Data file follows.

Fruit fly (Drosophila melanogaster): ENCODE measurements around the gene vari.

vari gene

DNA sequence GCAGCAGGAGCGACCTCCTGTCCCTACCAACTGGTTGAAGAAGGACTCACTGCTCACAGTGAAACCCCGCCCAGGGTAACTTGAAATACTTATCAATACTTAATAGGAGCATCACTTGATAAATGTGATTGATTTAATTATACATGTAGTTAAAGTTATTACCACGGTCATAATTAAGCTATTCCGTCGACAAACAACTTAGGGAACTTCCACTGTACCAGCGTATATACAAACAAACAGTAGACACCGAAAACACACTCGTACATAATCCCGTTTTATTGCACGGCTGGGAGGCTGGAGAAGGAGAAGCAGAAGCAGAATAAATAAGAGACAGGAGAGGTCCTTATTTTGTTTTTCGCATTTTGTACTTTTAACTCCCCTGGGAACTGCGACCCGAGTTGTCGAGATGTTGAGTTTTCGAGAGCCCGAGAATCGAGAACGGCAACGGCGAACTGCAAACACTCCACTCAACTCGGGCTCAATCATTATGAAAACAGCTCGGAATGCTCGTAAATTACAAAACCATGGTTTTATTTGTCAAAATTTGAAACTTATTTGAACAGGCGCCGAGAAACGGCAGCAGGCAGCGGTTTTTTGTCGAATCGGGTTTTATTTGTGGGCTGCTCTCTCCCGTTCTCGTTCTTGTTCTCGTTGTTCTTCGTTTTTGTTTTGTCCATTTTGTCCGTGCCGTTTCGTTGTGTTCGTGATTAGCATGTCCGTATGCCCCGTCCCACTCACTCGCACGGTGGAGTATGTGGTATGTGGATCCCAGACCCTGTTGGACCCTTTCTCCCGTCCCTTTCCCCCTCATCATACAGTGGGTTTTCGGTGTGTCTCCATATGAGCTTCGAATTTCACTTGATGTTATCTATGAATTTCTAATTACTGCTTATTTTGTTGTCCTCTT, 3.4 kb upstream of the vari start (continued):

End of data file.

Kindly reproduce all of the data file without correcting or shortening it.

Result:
Fruit fly (Drosophila melanogaster): ENCODE measurements around the gene vari.

vari gene

DNA sequence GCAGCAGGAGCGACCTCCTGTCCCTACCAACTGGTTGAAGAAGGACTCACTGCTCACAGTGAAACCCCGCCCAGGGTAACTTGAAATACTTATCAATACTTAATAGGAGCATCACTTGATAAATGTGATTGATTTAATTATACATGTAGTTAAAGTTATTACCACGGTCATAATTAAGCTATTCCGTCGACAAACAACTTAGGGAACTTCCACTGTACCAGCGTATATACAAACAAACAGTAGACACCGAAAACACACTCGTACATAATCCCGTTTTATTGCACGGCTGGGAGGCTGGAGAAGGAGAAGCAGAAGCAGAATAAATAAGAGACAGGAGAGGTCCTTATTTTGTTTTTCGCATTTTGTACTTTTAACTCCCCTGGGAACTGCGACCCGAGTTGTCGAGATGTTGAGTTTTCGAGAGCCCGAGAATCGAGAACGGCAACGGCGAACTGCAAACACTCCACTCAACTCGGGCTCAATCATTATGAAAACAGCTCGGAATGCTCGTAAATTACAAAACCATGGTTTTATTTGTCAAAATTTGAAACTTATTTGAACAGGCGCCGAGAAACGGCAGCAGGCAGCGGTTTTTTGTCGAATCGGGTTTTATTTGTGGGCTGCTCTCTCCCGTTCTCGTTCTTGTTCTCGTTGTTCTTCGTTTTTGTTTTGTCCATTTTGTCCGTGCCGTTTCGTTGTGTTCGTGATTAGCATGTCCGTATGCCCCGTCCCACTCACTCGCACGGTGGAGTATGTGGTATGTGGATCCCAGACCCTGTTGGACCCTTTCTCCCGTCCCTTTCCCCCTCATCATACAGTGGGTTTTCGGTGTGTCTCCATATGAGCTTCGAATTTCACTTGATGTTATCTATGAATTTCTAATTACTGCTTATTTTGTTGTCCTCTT, 3.4 kb upstream of the vari start (continued):